When Cardinal Karol Wojytla was chosen to succeed Pope John Paul I, there was widespread startlement at the selection of a non-Italian Pope. The emphasis, in the news of the day, was on what the new John Paul II was not; this limited consideration of what he was.
Of course, in the event, his Polish origin turned out to be crucial in invigorating the Church's stand against Communism. Without demeaning his accomplishments as a bishop and cardinal, I think it is safe to say that most of the Poles who flocked to see and hear him had never heard of him before his elevation.
Now Cardinal Joseph Ratzinger has become Pope Benedict XVI. Most of the focus has been on his orthodoxy; there has been precious little attention to his geography (though it was mentioned in one Guardian article).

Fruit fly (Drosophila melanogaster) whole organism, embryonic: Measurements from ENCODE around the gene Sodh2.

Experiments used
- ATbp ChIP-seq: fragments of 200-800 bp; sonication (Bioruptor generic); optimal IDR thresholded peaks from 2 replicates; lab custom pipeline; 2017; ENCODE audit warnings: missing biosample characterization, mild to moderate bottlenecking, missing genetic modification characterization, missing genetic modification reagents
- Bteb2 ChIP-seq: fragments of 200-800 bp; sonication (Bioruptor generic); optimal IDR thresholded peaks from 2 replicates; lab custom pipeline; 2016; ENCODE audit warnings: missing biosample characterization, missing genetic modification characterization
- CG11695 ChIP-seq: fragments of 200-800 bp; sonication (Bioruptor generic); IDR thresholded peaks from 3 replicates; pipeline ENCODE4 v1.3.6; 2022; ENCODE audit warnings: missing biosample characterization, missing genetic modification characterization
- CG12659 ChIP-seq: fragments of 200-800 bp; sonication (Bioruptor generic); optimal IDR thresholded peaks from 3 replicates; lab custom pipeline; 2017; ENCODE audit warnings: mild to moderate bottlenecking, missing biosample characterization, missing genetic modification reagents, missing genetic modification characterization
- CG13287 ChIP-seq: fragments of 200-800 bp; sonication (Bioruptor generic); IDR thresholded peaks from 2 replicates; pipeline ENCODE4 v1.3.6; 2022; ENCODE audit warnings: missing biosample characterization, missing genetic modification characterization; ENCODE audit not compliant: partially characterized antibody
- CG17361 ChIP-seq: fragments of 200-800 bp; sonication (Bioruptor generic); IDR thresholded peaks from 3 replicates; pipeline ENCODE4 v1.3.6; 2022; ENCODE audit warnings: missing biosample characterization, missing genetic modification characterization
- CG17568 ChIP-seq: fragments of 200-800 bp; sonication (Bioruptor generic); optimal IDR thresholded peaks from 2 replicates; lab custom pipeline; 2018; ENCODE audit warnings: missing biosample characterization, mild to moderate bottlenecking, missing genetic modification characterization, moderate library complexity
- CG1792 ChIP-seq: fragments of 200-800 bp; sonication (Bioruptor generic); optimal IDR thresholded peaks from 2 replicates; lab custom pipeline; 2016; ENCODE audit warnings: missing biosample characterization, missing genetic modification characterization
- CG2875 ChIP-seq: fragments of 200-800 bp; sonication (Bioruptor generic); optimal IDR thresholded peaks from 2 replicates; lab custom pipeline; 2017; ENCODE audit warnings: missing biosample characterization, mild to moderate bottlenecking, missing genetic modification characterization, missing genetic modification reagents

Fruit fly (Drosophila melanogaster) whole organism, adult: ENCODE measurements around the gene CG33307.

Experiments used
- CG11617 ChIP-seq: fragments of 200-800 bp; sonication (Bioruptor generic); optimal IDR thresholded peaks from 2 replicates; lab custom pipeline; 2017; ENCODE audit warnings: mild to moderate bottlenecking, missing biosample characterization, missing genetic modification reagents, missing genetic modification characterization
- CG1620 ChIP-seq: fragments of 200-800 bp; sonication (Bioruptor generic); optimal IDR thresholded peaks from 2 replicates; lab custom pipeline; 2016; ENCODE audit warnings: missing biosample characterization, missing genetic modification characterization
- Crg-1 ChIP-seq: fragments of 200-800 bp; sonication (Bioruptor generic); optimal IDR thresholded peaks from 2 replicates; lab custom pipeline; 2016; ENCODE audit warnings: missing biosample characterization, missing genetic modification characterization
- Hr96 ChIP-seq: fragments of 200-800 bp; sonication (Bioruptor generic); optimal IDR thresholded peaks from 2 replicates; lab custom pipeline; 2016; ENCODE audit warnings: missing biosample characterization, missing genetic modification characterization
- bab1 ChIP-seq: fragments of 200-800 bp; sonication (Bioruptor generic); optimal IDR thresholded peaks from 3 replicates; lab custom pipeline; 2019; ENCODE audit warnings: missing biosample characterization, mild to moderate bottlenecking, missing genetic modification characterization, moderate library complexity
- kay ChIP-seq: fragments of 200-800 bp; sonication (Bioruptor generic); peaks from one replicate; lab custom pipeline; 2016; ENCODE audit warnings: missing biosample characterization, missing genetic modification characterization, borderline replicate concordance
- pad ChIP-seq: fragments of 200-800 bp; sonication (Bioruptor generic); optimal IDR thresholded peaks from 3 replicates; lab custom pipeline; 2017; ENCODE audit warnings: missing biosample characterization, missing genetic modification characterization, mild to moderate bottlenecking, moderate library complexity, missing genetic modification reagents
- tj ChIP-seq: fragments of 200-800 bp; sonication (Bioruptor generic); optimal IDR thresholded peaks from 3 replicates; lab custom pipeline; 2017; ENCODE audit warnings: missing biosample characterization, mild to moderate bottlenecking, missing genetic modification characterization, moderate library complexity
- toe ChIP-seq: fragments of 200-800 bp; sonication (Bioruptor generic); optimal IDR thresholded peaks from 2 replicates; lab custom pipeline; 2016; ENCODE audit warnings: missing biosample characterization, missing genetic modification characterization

The Church's enemy in the world is not European communism, which has now fallen, or Chinese communism, which is seen as the shackle it is. It is the Godlessness and enforced amorality of the West, which holds itself out as the vision of the future of Man. Just as John Paul II journeyed to the East to kindle the flames of a religion forbidden by the State; so Benedict XVI will journey to the West in an attempt to reinvigorate the practice of religion, in the face of condescension, in opposition to the religions of inclusiveness and consumerism.
It is a great task, fighting for the future of the world, and we cannot know its outcome. The attempts to marginalize the new Pope by painting him as an extremist are the first shots of this battle.